have had their powertrains and

electronics paired with the Magentti

Marelli-supplied ECU and software that

acts as a digital power cap. Together with

the minimum weight ruling, it theoretically

keeps all MotoGP bikes equal in

performance despite the varied engine and

powertrain designs.

WSBK, on the other hand, restricts

the amount of changes or modifications

allowed in the top part of the bike’s stock

engine, and displacement increases are

banned as well. This explains why the

hardware in WSBK race bikes closely mirror

what is already available in their

road-going base bikes


A clear example of this is the Ducati

WSBK machine based on the current Ducati

Panigale R model. When the improved

new Ducati 1299 Panigale road bike was

launched, it succeeded the previous 1199

Panigale model with a new and larger

1,285cc V-twin. Only the Panigale R variant

retained the previous bike’s 1,198cc V-twin

engine, allowing Ducati to use it as the basis

of its WSBK machine.

Never before has MotoGP and WSBK technology featured so prominently in production based

motorcycles that are available to the public. Bikes such as the Ducati Panigale R, Yamaha R1 and R1M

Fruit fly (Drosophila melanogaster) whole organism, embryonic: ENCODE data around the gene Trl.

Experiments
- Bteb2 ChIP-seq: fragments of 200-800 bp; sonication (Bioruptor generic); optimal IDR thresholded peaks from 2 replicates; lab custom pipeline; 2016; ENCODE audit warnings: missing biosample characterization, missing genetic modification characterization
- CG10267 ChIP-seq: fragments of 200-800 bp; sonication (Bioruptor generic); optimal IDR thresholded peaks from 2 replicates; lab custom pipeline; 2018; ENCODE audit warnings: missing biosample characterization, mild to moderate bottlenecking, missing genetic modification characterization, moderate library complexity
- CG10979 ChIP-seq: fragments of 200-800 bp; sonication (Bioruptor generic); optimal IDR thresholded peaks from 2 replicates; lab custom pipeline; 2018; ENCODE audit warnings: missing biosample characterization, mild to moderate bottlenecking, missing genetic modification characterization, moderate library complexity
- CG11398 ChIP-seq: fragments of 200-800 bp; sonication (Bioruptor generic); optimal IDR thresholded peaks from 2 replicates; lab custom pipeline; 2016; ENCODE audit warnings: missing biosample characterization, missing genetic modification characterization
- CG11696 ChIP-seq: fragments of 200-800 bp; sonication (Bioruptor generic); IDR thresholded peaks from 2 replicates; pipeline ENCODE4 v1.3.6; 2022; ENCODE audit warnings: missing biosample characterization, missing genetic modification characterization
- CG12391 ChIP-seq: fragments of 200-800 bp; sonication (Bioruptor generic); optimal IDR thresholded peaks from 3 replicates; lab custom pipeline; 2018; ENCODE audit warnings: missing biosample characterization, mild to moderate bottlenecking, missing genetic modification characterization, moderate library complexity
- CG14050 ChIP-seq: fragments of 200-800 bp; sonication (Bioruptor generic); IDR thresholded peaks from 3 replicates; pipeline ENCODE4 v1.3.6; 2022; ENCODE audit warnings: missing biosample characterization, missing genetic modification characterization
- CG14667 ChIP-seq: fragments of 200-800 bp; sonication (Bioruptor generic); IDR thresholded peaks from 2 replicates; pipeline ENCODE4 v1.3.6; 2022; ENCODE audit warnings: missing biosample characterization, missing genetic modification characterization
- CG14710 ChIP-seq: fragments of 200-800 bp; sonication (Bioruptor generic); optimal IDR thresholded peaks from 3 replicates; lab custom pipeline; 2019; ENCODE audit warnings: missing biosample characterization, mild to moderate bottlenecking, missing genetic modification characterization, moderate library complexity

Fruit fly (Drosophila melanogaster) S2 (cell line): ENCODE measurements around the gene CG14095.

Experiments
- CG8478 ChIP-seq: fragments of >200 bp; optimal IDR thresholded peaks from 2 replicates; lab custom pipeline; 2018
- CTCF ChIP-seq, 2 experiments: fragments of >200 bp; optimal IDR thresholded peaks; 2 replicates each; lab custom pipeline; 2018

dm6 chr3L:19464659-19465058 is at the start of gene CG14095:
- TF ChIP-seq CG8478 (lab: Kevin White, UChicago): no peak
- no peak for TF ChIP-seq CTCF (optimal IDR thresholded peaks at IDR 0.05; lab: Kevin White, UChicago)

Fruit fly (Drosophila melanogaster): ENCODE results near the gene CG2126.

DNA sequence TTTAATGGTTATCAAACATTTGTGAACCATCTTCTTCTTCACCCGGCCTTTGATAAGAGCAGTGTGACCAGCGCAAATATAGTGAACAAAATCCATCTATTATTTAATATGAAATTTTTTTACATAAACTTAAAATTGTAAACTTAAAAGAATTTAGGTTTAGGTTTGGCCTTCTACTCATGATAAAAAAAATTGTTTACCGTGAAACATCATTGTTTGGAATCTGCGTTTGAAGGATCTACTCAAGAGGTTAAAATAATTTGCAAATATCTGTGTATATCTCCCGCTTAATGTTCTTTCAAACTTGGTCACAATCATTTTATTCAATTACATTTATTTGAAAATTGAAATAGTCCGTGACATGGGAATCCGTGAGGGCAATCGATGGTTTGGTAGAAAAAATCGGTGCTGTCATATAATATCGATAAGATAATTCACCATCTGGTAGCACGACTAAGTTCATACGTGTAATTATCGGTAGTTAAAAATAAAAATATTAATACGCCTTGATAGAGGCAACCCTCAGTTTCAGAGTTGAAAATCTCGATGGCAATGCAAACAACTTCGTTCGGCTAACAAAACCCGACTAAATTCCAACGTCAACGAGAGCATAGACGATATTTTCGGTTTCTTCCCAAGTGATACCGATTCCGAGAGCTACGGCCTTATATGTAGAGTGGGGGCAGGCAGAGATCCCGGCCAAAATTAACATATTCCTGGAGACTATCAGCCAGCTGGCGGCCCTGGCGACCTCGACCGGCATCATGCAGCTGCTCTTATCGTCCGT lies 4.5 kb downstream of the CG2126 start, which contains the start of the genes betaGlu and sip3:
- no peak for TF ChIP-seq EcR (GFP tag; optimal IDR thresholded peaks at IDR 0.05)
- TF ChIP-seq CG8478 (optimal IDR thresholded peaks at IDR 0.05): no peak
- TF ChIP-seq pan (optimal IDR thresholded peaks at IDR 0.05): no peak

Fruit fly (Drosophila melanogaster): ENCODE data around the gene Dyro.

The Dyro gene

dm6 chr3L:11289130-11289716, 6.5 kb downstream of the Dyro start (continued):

and Aprilia’s 2016 RSV4 R-FW, which is basically a 230hp+ MotoGP Bike, are now available to buy at

ridiculous amounts of money.





We take 6 very underated, and different motorcycles on one of JHB’s most famous breakfast runs.

Words: The Sing & Clive Strugnell Pics: Kyle Lawrenson & others


Since we managed to convince Rob that

there is life after Redstar, he has begun

his sojourn in the hopes of becoming a real

biker and not a race track rock-star.

Cold frigid winds, crappy roads, push

starting bikes and even the occasional

run-away native are all becoming part of his

evolving bike repertoire.

We chose a stable of bikes from the

thundering S1000XR to the ferociously

under-rated Kawasaki Versys. These

machines have certain sport blood lines in

their genetics and like cross breeds in the

equine kingdom show moments of genius

coupled with stages of practicality.

The six bikes we tested were BMW’s S

1000XR, a bike that at its launch was slated

as the next “superbike” killer. Straddled

with a detuned S1000RR engine and